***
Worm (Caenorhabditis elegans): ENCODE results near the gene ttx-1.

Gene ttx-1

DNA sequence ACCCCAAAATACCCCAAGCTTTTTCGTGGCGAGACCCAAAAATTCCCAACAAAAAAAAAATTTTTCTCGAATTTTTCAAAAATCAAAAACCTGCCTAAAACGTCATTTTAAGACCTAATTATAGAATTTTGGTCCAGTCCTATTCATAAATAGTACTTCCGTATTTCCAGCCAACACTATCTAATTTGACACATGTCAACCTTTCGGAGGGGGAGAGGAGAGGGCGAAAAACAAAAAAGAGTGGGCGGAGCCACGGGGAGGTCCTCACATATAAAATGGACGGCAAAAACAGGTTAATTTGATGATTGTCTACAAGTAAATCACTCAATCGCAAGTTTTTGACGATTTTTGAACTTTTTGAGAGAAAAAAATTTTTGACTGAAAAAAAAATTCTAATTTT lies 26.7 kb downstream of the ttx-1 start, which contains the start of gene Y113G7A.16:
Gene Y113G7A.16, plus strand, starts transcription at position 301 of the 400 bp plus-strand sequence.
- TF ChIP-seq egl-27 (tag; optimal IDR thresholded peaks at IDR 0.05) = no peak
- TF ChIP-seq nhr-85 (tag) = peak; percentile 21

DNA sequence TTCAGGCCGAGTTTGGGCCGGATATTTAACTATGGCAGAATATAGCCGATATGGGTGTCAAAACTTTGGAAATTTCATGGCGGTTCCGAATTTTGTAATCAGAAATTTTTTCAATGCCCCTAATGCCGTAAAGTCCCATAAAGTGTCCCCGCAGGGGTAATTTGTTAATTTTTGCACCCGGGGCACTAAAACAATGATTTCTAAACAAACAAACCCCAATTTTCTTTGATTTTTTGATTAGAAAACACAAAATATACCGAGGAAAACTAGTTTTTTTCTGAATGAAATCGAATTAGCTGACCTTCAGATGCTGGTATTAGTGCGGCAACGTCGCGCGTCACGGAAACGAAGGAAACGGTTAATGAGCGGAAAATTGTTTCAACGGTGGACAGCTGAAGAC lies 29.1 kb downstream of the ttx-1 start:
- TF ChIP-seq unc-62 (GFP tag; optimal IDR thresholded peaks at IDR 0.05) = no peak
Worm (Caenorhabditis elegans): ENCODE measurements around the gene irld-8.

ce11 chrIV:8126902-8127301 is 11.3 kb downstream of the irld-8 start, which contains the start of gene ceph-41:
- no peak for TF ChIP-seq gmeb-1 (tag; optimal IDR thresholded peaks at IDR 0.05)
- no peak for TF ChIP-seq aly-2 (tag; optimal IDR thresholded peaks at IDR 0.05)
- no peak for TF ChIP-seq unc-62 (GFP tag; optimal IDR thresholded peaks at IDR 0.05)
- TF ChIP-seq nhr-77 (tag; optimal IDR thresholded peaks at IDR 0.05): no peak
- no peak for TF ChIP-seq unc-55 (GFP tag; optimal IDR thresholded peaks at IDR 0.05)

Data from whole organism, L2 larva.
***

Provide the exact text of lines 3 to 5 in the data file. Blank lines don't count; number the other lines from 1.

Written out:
DNA sequence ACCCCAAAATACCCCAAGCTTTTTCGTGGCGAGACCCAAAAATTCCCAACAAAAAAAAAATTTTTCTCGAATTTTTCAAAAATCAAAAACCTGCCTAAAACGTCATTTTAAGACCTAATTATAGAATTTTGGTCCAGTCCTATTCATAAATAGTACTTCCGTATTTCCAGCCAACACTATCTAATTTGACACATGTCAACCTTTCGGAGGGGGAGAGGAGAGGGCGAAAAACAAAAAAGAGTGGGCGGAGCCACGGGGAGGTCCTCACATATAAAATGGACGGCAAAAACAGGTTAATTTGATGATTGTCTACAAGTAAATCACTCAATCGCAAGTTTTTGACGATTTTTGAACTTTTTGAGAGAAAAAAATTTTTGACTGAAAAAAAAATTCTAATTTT lies 26.7 kb downstream of the ttx-1 start, which contains the start of gene Y113G7A.16:
Gene Y113G7A.16, plus strand, starts transcription at position 301 of the 400 bp plus-strand sequence.
- TF ChIP-seq egl-27 (tag; optimal IDR thresholded peaks at IDR 0.05) = no peak